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Utilizing an Emporium Course Design to Improve Calculus Readiness of Engineering Students

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Conference

2015 ASEE Annual Conference & Exposition

Location

Seattle, Washington

Publication Date

June 14, 2015

Start Date

June 14, 2015

End Date

June 17, 2015

ISBN

978-0-692-50180-1

ISSN

2153-5965

Conference Session

Mathematics Division Technical Session 4

Tagged Division

Mathematics

Tagged Topic

Diversity

Page Count

11

Page Numbers

26.1692.1 - 26.1692.11

DOI

10.18260/p.25028

Permanent URL

https://www.jee.org/25028

Download Count

159

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Paper Authors

biography

Virgil U. Pierce University of Texas, Pan American

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Dr. Virgil Pierce is an Associate Professor in the Department of Mathematics at the University of Texas -- Pan American. His research is in mathematical and statistical physics, and involves the intersection of techniques from nonlinear waves, combinatorics, and random matrices. He works extensively on educational issues in high school and higher education, including the development of a College Prep Math course being used in public high schools in Cameron, Hidalgo, and Starr Counties in Texas, and he has worked with a variety of issues surrounding entry level mathematics and science at two-year and four-year schools in Texas.

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biography

Javier Angel Kypuros University of Texas, Pan American

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Javier Kypuros received a B.S.E. in Mechanical Engineering from Princeton University in 1996. He later received an M.S.E. and Ph.D. in Mechanical Engineering in 1998 and 2001 from The University of Texas at Austin. Javier began his career at The University of Texas at El Paso in 2001 and later joined the faculty at The University of Texas-Pan American (UTPA) in 2002. He is currently a Professor in the Mechanical Engineering Department and Associate Dean for Undergraduate Affairs in the College of Engineering and Computer Science. He was awarded Faculty Excellence Awards by the College of Engineering and Computer Science at UTPA for teaching in 2011 and service in 2012 and was recognized by the University of Texas System with a Regentss Outstanding Teaching Award in 2014. His research interests include Dynamic Systems and Controls, Bond Graphs, and Vehicle Systems.

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Abstract

Utilizing an Emporium Course Design to Improve Calculus Readiness of Engineering Students ABSTRACT The intervention has targeted incoming students in Engineering and Computer Sciencedegrees. Participating students were selected who had a record of participation in Pre-Calculus classes in high school, but who had not demonstrated their readiness to take Calcu-lus, as measured by placement tests and existing credit. The course design uses an emporiummethod, specifically the Assessment and Learning in Knowledge Spaces (ALEKS) software,in a computer lab to deliver to students an intensive program of mathematical practice andexploration. The course design is meant to take advantage of students? existing knowledge,rewarding them for it in fact, and focus them on specific Algebra and Trigonometry topicsin which they need more practice and one-on-one instruction [1, 2]. The purpose of this activity is to accelerate the Calculus preparedness for a subset ofstudents held back due to standardized test scores and perhaps limited mastery of the prereq-uisite content. The benefits are improved engineering readiness, reduced time-to-graduation,and improved performance in gatekeeper courses. To maintain student interest, and connect the problems and topics they are working indetail on, we included in the course cooperative activities with engineering problems asso-ciated with railway safety and transportation; making use of tours of existing laboratoriesand experimental apparatuses. This combination of a problem focused course, tailored toindividual student?s needs and experiences, emphasizing mastery, and then motivated bydirect connections to current engineering problems and research is providing for an impor-tant improvement in the engineering degree experience for a subset of students who wouldtraditionally be at a disadvantage in their program.References[1] Twigg, C. A. (2011, May-June). The Math Emporium: Higher Education’s Silver Bullet. Change: The Magazine of Higher Learning.[2] Fine, A., Duggan, M., & Braddy, L. (2009). Removing remediation requirements: Effec- tiveness of intervention programs. PRIMUS, 19(5), 433?446.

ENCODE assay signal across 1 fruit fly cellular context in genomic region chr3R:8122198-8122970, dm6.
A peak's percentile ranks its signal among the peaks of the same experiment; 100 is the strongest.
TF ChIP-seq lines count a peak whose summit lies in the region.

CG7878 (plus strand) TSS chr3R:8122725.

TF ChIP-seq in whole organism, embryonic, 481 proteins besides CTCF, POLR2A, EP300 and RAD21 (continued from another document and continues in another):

Pierce, V. U., & Kypuros, J. A. (2015, June), Utilizing an Emporium Course Design to Improve Calculus Readiness of Engineering Students Paper presented at 2015 ASEE Annual Conference & Exposition, Seattle, Washington. 10.18260/p.25028

ASEE holds the copyright on this document. It may be read by the public free of charge. Authors may archive their work on personal websites or in institutional repositories with the following citation: © 2015 American Society for Engineering Education. Other scholars may excerpt or quote from these materials with the same citation. When excerpting or quoting from Conference Proceedings, authors should, in addition to noting the ASEE copyright, list all the original authors and their institutions and name the host city of the conference. - Last updated April 1, 2015